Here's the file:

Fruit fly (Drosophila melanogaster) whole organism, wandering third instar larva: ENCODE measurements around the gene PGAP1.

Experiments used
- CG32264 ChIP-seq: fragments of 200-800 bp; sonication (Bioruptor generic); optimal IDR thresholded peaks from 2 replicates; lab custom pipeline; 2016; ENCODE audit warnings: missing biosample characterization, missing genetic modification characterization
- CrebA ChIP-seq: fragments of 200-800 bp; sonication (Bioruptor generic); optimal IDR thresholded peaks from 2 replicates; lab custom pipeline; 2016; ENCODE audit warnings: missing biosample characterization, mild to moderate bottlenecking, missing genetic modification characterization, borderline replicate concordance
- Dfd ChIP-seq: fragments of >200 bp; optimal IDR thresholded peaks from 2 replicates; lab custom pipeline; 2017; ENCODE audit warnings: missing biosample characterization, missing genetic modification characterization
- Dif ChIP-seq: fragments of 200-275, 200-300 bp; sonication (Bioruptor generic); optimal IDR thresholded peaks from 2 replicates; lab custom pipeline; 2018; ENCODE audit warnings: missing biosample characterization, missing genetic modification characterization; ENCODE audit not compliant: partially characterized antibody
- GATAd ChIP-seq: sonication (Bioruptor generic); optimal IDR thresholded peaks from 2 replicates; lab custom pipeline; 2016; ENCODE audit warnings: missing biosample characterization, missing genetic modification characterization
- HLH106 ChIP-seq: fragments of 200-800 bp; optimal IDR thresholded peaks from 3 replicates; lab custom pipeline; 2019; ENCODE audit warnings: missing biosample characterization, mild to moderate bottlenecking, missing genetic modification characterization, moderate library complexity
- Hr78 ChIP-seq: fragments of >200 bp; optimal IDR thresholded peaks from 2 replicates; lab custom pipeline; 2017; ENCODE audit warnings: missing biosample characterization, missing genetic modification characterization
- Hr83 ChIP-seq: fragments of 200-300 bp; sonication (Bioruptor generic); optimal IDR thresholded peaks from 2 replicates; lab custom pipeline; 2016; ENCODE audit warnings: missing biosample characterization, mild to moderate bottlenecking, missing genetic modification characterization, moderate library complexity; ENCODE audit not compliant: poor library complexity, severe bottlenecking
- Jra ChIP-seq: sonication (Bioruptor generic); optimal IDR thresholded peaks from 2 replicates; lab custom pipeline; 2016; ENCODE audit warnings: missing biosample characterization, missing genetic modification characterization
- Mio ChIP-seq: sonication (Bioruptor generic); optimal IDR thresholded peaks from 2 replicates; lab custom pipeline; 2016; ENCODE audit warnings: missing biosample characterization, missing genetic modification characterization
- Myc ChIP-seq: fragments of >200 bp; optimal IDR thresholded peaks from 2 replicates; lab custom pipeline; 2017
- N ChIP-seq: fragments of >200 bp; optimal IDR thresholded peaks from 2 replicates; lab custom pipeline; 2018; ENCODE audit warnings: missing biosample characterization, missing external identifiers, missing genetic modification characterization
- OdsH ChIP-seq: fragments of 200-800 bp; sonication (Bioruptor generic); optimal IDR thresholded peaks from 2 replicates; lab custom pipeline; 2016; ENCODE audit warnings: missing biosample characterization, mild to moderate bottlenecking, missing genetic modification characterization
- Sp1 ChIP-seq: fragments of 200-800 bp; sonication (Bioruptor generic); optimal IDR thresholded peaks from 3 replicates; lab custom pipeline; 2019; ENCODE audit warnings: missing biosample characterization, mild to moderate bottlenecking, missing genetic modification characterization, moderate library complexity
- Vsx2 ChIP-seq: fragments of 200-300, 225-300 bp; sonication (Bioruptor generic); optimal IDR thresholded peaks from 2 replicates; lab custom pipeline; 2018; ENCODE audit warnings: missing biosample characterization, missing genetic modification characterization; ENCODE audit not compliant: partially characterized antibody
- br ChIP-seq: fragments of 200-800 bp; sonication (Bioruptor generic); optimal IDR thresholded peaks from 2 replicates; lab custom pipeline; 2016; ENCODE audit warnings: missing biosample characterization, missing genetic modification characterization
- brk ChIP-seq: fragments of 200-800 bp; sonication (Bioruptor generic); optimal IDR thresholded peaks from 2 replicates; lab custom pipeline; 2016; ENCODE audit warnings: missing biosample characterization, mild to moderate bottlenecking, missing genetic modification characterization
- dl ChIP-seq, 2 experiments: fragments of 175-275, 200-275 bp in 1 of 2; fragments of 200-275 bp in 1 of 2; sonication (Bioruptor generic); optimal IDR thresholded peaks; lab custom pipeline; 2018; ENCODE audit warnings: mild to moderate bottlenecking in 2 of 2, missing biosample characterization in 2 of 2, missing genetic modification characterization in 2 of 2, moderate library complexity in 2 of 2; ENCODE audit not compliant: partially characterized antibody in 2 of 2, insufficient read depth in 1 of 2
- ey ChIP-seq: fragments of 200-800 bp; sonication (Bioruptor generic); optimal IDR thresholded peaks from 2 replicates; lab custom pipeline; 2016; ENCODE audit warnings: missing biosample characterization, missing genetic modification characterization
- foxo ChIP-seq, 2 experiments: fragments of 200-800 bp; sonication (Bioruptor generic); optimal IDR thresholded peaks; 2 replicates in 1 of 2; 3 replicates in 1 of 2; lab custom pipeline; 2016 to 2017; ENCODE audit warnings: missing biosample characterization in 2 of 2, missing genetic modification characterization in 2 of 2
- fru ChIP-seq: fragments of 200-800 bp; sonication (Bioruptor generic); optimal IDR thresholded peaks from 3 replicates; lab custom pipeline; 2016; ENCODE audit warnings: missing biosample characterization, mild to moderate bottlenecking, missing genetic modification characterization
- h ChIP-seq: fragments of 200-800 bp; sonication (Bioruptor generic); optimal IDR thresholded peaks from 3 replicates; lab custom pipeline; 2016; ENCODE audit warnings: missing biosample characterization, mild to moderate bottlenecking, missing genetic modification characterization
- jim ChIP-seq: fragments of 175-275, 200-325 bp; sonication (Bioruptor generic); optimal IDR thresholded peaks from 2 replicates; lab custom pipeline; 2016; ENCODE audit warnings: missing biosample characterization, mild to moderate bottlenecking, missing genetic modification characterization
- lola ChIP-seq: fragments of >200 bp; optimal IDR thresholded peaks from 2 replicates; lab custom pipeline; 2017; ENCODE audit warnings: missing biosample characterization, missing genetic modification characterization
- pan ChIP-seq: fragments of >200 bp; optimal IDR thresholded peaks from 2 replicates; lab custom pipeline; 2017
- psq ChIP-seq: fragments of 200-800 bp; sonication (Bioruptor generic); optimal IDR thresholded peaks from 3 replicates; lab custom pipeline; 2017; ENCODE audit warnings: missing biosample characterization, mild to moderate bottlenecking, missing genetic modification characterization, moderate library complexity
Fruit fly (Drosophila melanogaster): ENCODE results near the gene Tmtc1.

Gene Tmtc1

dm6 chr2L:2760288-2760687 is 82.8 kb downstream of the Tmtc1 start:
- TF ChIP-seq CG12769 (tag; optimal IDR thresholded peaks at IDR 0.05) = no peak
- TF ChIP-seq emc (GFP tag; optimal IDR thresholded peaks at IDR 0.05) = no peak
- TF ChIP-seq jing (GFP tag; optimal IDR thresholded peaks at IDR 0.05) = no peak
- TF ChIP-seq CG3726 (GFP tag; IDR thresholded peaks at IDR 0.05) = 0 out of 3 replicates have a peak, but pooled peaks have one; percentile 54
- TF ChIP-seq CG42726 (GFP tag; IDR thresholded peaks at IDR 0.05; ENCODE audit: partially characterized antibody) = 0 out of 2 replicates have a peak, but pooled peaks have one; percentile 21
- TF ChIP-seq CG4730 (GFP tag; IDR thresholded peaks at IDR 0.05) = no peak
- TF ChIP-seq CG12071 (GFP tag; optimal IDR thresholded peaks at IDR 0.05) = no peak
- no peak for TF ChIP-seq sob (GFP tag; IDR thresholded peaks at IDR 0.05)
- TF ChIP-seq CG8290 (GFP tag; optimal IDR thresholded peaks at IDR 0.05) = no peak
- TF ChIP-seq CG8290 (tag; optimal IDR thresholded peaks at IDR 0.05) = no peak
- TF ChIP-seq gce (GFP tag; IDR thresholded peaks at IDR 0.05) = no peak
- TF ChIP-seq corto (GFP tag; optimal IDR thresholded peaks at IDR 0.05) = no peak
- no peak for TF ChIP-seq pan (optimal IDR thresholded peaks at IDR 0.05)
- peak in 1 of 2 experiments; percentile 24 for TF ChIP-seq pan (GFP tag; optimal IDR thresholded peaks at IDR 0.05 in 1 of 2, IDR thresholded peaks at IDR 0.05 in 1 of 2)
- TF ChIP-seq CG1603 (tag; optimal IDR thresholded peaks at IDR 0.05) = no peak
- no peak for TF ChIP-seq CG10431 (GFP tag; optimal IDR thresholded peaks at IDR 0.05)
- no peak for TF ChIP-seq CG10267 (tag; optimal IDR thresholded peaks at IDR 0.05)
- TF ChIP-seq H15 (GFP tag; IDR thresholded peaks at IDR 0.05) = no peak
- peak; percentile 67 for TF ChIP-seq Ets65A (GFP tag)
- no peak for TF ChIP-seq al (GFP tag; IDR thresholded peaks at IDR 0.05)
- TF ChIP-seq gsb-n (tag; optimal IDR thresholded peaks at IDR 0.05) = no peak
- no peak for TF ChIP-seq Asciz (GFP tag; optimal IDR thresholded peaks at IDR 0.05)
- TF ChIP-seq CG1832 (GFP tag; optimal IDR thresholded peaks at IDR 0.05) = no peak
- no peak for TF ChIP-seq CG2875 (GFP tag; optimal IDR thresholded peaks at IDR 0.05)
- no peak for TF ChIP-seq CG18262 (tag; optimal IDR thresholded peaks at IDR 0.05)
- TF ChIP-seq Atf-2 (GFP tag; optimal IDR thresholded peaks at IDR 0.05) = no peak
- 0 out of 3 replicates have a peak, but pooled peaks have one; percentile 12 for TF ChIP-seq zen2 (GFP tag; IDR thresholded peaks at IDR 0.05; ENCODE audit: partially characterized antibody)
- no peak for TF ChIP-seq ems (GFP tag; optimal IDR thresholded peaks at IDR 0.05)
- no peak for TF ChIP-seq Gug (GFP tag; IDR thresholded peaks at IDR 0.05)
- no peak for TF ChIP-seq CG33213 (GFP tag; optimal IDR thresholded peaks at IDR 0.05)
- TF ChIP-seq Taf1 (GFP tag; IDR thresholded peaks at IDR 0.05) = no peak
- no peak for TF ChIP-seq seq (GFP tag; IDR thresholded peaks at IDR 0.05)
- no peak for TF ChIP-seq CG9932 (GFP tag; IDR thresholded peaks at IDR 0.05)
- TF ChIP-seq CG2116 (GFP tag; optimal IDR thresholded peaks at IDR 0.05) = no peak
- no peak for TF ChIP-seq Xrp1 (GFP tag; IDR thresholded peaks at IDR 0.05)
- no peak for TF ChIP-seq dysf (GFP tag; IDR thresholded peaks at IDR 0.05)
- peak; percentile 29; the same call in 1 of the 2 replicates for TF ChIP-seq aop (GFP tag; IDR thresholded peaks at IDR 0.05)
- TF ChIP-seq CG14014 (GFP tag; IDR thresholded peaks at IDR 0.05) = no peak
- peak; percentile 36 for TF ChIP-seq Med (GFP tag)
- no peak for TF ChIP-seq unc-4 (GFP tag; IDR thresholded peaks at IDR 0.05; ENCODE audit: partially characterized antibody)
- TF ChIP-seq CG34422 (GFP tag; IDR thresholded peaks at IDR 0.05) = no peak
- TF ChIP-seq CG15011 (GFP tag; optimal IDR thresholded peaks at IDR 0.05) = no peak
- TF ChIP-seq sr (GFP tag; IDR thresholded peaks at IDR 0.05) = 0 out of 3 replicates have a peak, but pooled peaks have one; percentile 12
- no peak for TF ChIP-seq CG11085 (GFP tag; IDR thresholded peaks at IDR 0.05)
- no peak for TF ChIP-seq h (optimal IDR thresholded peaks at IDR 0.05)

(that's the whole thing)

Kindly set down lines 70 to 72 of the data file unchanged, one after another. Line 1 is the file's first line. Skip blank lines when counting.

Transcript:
- peak; percentile 36 for TF ChIP-seq Med (GFP tag)
- no peak for TF ChIP-seq unc-4 (GFP tag; IDR thresholded peaks at IDR 0.05; ENCODE audit: partially characterized antibody)
- TF ChIP-seq CG34422 (GFP tag; IDR thresholded peaks at IDR 0.05) = no peak